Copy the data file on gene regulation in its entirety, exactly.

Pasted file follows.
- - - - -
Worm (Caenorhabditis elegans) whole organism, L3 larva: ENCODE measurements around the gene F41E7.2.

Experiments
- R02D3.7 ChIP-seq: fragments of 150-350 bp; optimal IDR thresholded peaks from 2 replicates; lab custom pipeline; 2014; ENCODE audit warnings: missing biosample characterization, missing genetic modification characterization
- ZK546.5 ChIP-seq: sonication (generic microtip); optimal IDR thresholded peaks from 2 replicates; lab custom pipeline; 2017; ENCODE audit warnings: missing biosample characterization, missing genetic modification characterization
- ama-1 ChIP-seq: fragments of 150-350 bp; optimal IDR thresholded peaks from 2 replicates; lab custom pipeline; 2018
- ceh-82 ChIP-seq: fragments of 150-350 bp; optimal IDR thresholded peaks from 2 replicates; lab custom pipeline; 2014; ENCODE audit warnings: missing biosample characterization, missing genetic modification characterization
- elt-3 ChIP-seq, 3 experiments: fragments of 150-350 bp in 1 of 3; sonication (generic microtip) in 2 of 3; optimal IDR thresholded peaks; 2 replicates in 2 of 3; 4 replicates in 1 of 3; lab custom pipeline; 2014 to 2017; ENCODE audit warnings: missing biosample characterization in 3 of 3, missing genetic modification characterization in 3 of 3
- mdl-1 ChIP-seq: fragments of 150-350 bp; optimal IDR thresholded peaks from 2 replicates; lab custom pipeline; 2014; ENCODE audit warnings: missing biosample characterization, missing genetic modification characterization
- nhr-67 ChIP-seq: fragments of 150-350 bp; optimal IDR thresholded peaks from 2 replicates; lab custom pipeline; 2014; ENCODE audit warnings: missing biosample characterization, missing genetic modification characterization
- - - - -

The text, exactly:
Worm (Caenorhabditis elegans) whole organism, L3 larva: ENCODE measurements around the gene F41E7.2.

Experiments
- R02D3.7 ChIP-seq: fragments of 150-350 bp; optimal IDR thresholded peaks from 2 replicates; lab custom pipeline; 2014; ENCODE audit warnings: missing biosample characterization, missing genetic modification characterization
- ZK546.5 ChIP-seq: sonication (generic microtip); optimal IDR thresholded peaks from 2 replicates; lab custom pipeline; 2017; ENCODE audit warnings: missing biosample characterization, missing genetic modification characterization
- ama-1 ChIP-seq: fragments of 150-350 bp; optimal IDR thresholded peaks from 2 replicates; lab custom pipeline; 2018
- ceh-82 ChIP-seq: fragments of 150-350 bp; optimal IDR thresholded peaks from 2 replicates; lab custom pipeline; 2014; ENCODE audit warnings: missing biosample characterization, missing genetic modification characterization
- elt-3 ChIP-seq, 3 experiments: fragments of 150-350 bp in 1 of 3; sonication (generic microtip) in 2 of 3; optimal IDR thresholded peaks; 2 replicates in 2 of 3; 4 replicates in 1 of 3; lab custom pipeline; 2014 to 2017; ENCODE audit warnings: missing biosample characterization in 3 of 3, missing genetic modification characterization in 3 of 3
- mdl-1 ChIP-seq: fragments of 150-350 bp; optimal IDR thresholded peaks from 2 replicates; lab custom pipeline; 2014; ENCODE audit warnings: missing biosample characterization, missing genetic modification characterization
- nhr-67 ChIP-seq: fragments of 150-350 bp; optimal IDR thresholded peaks from 2 replicates; lab custom pipeline; 2014; ENCODE audit warnings: missing biosample characterization, missing genetic modification characterization